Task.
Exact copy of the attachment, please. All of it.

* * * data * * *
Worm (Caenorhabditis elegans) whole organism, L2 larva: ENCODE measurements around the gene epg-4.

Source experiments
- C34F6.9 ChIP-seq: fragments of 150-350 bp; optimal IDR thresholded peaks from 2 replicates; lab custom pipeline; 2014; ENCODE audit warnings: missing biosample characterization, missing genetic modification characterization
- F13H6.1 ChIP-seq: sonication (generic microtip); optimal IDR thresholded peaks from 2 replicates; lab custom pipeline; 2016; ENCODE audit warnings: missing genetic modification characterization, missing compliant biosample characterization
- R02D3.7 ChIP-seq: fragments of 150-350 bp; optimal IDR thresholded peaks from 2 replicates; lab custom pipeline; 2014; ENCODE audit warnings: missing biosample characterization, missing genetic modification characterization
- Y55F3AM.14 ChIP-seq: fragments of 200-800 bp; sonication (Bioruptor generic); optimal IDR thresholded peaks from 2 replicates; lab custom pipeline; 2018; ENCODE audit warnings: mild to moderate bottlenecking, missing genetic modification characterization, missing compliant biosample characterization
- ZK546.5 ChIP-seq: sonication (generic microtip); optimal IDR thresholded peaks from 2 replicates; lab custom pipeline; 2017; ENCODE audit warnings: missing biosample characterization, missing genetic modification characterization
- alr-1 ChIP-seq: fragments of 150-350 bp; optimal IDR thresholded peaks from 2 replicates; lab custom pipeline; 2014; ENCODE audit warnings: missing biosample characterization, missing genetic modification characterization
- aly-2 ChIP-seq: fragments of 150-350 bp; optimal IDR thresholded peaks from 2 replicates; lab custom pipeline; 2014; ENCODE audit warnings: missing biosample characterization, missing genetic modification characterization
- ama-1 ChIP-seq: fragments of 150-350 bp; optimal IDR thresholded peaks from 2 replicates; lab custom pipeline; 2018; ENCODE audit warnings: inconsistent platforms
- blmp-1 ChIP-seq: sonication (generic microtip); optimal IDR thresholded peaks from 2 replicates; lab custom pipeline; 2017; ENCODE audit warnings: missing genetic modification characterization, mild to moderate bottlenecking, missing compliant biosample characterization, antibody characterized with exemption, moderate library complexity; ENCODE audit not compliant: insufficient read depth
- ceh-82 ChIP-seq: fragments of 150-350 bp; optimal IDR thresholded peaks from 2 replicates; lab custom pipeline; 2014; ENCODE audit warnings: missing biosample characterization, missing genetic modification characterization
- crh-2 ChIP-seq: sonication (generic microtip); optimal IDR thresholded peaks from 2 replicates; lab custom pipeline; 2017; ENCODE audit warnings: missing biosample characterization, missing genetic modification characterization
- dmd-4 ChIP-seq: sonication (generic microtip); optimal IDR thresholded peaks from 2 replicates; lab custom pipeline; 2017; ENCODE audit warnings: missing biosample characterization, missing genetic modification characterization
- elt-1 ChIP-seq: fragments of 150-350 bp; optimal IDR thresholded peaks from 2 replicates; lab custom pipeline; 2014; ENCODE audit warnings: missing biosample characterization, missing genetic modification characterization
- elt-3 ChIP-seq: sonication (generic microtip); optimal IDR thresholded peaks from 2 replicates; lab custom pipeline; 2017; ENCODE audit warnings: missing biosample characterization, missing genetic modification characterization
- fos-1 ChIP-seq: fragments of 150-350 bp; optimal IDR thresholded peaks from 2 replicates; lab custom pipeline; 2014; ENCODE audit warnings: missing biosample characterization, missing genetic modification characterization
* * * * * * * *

Worm (Caenorhabditis elegans) whole organism, L2 larva: ENCODE measurements around the gene epg-4.

Source experiments
- C34F6.9 ChIP-seq: fragments of 150-350 bp; optimal IDR thresholded peaks from 2 replicates; lab custom pipeline; 2014; ENCODE audit warnings: missing biosample characterization, missing genetic modification characterization
- F13H6.1 ChIP-seq: sonication (generic microtip); optimal IDR thresholded peaks from 2 replicates; lab custom pipeline; 2016; ENCODE audit warnings: missing genetic modification characterization, missing compliant biosample characterization
- R02D3.7 ChIP-seq: fragments of 150-350 bp; optimal IDR thresholded peaks from 2 replicates; lab custom pipeline; 2014; ENCODE audit warnings: missing biosample characterization, missing genetic modification characterization
- Y55F3AM.14 ChIP-seq: fragments of 200-800 bp; sonication (Bioruptor generic); optimal IDR thresholded peaks from 2 replicates; lab custom pipeline; 2018; ENCODE audit warnings: mild to moderate bottlenecking, missing genetic modification characterization, missing compliant biosample characterization
- ZK546.5 ChIP-seq: sonication (generic microtip); optimal IDR thresholded peaks from 2 replicates; lab custom pipeline; 2017; ENCODE audit warnings: missing biosample characterization, missing genetic modification characterization
- alr-1 ChIP-seq: fragments of 150-350 bp; optimal IDR thresholded peaks from 2 replicates; lab custom pipeline; 2014; ENCODE audit warnings: missing biosample characterization, missing genetic modification characterization
- aly-2 ChIP-seq: fragments of 150-350 bp; optimal IDR thresholded peaks from 2 replicates; lab custom pipeline; 2014; ENCODE audit warnings: missing biosample characterization, missing genetic modification characterization
- ama-1 ChIP-seq: fragments of 150-350 bp; optimal IDR thresholded peaks from 2 replicates; lab custom pipeline; 2018; ENCODE audit warnings: inconsistent platforms
- blmp-1 ChIP-seq: sonication (generic microtip); optimal IDR thresholded peaks from 2 replicates; lab custom pipeline; 2017; ENCODE audit warnings: missing genetic modification characterization, mild to moderate bottlenecking, missing compliant biosample characterization, antibody characterized with exemption, moderate library complexity; ENCODE audit not compliant: insufficient read depth
- ceh-82 ChIP-seq: fragments of 150-350 bp; optimal IDR thresholded peaks from 2 replicates; lab custom pipeline; 2014; ENCODE audit warnings: missing biosample characterization, missing genetic modification characterization
- crh-2 ChIP-seq: sonication (generic microtip); optimal IDR thresholded peaks from 2 replicates; lab custom pipeline; 2017; ENCODE audit warnings: missing biosample characterization, missing genetic modification characterization
- dmd-4 ChIP-seq: sonication (generic microtip); optimal IDR thresholded peaks from 2 replicates; lab custom pipeline; 2017; ENCODE audit warnings: missing biosample characterization, missing genetic modification characterization
- elt-1 ChIP-seq: fragments of 150-350 bp; optimal IDR thresholded peaks from 2 replicates; lab custom pipeline; 2014; ENCODE audit warnings: missing biosample characterization, missing genetic modification characterization
- elt-3 ChIP-seq: sonication (generic microtip); optimal IDR thresholded peaks from 2 replicates; lab custom pipeline; 2017; ENCODE audit warnings: missing biosample characterization, missing genetic modification characterization
- fos-1 ChIP-seq: fragments of 150-350 bp; optimal IDR thresholded peaks from 2 replicates; lab custom pipeline; 2014; ENCODE audit warnings: missing biosample characterization, missing genetic modification characterization